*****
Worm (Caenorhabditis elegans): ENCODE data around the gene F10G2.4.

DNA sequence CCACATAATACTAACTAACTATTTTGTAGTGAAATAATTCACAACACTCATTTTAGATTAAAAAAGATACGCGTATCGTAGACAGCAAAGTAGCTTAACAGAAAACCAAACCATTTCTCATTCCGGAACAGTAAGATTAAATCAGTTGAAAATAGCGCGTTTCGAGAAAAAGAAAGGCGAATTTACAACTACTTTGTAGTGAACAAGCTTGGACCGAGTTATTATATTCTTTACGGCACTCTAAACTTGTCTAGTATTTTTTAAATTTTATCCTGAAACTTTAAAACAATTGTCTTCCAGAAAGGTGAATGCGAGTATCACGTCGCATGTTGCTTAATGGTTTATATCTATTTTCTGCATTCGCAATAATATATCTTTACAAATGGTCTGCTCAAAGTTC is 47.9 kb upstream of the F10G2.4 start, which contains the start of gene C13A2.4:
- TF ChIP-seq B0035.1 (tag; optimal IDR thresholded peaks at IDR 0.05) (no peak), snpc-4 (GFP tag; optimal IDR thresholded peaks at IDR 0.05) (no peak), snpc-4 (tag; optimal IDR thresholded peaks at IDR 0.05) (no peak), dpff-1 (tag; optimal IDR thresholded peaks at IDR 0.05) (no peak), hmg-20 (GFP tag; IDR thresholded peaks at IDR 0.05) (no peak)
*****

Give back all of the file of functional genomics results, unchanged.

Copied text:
Worm (Caenorhabditis elegans): ENCODE data around the gene F10G2.4.

DNA sequence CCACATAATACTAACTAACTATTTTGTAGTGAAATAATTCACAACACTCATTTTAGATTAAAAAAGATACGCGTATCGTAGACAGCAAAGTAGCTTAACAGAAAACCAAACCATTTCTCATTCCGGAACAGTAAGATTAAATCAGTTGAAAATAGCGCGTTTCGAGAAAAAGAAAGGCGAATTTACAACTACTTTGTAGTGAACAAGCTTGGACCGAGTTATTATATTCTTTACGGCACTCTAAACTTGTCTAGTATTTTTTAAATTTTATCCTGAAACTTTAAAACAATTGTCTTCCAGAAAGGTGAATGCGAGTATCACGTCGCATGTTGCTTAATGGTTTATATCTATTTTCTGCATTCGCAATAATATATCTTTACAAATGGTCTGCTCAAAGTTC is 47.9 kb upstream of the F10G2.4 start, which contains the start of gene C13A2.4:
- TF ChIP-seq B0035.1 (tag; optimal IDR thresholded peaks at IDR 0.05) (no peak), snpc-4 (GFP tag; optimal IDR thresholded peaks at IDR 0.05) (no peak), snpc-4 (tag; optimal IDR thresholded peaks at IDR 0.05) (no peak), dpff-1 (tag; optimal IDR thresholded peaks at IDR 0.05) (no peak), hmg-20 (GFP tag; IDR thresholded peaks at IDR 0.05) (no peak)